Resolutions Debate Engages New Delegates
The debate on policy resolutions at MoveUP convention saw many members, including a significant number of first-time delegates, coming up to speak at the mics.
The first resolution that was debated and passed committed MoveUP to support provincial changes the improve protection for domestic workers and live-in caregivers. Women’s Committee Co-Chair Susan Orr pointed out that domestic workers and live-in caregivers are often in an extremely vulnerable work situation given because they live in their employers’ homes and are sometimes unaware of their employment rights.
Resolution 2 proposed that MoveUP lobby the BC government to amend the Employment Standards Act to protect victims of domestic violence from retaliation by employers if they take time off to seek medical attention, counseling, or other related services.
“Not only will this help our own members who are affected by domestic violence, it will also affect all British Columbians who may not have the benefit of a collective agreement," said one delegate at the mic. This resolution was referred back to committee so the resolution could be amended to include a requirement to call on the Alberta government as well.
The next resolution, which was also passed, proposed implementing a tracking process to ensure resolutions passed at convention are implemented. The passed resolution requires a process that will include reporting on the implementation of resolutions to the board, council, and local membership.
The passing of the next resolution (4) occurred to ensure that new job stewards will receive steward orientation for their specific collective agreement within 3 months of being approved as a steward.
“We provide training in how to be a job steward. We don’t provide training in what the collective agreement says, how it is interpreted,” pointed out one member, explaining why this resolution was needed.
A new delegate from ICBC added her voice in support and recounted her experience as a new member: “I didn’t have much knowledge about unions until I experienced a personal challenge myself…I was so afraid of losing my job. I didn’t know I had this kind of protection. The union environment is so nice that coworkers are like brothers and sisters.”
The most debated resolution of the day was the fifth and final on the agenda, which would require bargaining committees to be elected by secret ballot by bargaining unit members from Executive Councillors and Job Stewards, in absence of an Executive Board Member. This would mean Executive Councillors would not be automatically appointed to the bargaining committee.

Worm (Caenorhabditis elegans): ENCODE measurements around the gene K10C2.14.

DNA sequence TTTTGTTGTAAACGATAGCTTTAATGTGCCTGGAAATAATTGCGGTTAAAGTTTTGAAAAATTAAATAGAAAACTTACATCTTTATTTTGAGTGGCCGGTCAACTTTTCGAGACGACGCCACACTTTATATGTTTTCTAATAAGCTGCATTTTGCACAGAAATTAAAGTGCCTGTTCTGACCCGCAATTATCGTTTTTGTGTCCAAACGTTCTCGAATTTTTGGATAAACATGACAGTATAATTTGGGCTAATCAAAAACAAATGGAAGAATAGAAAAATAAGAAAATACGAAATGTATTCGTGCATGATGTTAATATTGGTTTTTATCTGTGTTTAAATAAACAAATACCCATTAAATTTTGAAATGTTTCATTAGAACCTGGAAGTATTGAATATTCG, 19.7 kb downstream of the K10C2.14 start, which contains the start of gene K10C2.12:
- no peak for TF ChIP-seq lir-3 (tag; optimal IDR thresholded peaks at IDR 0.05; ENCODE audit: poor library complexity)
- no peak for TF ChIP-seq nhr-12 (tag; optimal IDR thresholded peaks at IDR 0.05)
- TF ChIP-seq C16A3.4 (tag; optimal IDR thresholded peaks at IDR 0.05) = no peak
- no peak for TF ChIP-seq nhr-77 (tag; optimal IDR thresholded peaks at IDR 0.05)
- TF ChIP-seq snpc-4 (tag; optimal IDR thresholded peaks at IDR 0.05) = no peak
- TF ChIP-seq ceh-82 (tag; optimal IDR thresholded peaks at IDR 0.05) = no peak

“It’s engaging our members so they feel they have a voice, listening to what our members want and trusting that when they elect a bargaining committee they’ve elected the best voices to represent them at the bargaining table,” said one delegate in support of the resolution.
“You need to have that councillor who hears what’s going on in the labour movement working at that bargaining table…you need to have that continuity,” commented another member in opposition.
In the end the resolution was referred back to committee with a request that they amend the resolution to take into account the differing needs and dynamics of smaller and larger units.
After the policy debate, convention returned to the outstanding proposed constitutional amendments. As on Thursday, most of these were housekeeping items.
“Since we declared autonomy from the international union we had to change our constitution numerous times…we found that there were a lot of things left hanging that didn’t apply or weren’t clear or concise anymore,” explained President David Black.
One example of a procedural clarification was the amendment that will mean all votes around ratification of a collective agreement, strike votes, or matters requiring referendum pursuant to the constitution and by-laws will be conducted by secret ballot. Other amendments clarified procedures around charging organizing fees, election and nomination timing, and calling a special covention.
Further wording changes specified what happens if members suffer salary loss due to a third-party picket line and there is insufficient money in the Defense Fund to cover the losses. In that case, the Board could impose an assessment so that members share more fairly in the losses.
Another amendment passed allows a majority of Executive Council members to request the President call a special meeting – a privilege previously only granted to the Executive Board.
In addition, criteria was outlined for nominating candidates for Vice-President, giving more time to the nomination window and allowing nominations to be made by a minimum of two Job Stewards, Executive Councilors, or Board Members from the relevant Vice-Presidential area. Another amendment allows nominated VP candidates to have the list of their constituents who are registered for convention.
One amendment was referred back to committee to consider allowing candidates to submit longer personal profiles during election time. All the other constitution and bylaw changes were passed.